Pandemic forces governments to expand participation in major airlines

Purchasing shares and aid packages occurs more frequently in Europe, but it also affects companies like Air Canada

The COVID-19 pandemic is reversing a long process of privatizing major airlines in various parts of the world, but especially in Europe.

After the Portuguese government resumed control of TAP, other European carriers have received financial resources from the state to survive. The counterpart has been an increase in government participation in these companies.

The French government, for example, injected 4 billion euros into the Air France-KLM group, now holding 30% of the company’s shares. It is more than the 20% that the German government has in Lufthansa, but far from the 44% that Sweden and Denmark started to have in the airline SAS after it was recapitalized.

Before France helped Air France, the Dutch government had already provided financial resources for KLM, expanding its share in the group.

Europe, with a past in which the major airlines belonged to the state, leads this movement but there are exceptions such as in the United Kingdom, whose government has not launched any bailout package, despite the critical situation of most of them.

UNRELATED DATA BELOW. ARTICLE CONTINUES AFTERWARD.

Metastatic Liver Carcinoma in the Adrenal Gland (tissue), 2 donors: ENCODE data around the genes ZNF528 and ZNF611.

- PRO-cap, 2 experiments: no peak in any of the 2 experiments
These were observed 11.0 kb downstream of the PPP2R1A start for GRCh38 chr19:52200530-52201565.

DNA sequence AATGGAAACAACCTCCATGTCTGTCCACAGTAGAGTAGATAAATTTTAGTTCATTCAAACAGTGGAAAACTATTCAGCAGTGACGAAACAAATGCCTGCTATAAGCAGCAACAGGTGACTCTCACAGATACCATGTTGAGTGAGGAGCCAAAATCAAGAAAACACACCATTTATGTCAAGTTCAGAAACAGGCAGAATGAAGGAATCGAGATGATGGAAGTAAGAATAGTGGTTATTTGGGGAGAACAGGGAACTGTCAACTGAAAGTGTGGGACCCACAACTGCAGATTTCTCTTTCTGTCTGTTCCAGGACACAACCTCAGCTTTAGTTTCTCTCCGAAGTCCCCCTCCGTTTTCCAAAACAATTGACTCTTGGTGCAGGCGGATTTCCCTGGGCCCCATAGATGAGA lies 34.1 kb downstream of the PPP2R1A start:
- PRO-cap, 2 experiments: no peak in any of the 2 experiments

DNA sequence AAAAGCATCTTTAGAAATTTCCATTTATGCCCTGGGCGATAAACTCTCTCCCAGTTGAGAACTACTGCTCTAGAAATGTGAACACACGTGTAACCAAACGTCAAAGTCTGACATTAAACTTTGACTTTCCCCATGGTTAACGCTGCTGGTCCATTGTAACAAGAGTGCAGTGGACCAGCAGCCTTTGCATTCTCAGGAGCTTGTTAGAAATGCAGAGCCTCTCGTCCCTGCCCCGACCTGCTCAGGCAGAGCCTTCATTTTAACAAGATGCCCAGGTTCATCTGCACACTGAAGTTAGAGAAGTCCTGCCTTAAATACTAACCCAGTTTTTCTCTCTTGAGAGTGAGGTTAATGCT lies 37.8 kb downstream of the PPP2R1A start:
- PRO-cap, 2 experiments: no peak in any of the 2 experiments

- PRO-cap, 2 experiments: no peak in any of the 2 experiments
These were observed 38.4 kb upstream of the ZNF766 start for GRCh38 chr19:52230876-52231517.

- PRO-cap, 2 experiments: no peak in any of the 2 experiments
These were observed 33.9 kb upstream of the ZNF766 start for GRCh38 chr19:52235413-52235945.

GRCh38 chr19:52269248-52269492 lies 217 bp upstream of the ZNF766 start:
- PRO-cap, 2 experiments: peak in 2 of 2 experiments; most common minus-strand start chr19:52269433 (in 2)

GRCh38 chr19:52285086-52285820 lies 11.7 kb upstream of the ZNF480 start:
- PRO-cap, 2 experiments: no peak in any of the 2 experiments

Air Canada 737 Max (Boeing)

State participation in flag airlines, however, is not restricted to Europe. The Canadian government has just closed a $4.7 billion aid deal for Air Canada after months of negotiations.

Despite being liberal, the government of Prime Minister Justin Trudeau agreed to save the largest carrier in the country, through some conditions such as job management and the limitation of the annual compensation of its executives.

Air Canada will also maintain orders for new Airbus A220-300 jets (33 units) and Boeing 737 MAX (40 planes). In return, the Canadian government will own 6% of the company’s shares.

But no initiative can match that of Italy, which is launching a new national airline on the ashes of Alitalia. The carrier is expected to reach the market in the second half with providential help from the state and under a new name, ITA.

In common, governments claim that maintaining their main airlines is a strategic decision in preserving jobs and an entire economic chain linked to transport and tourism.


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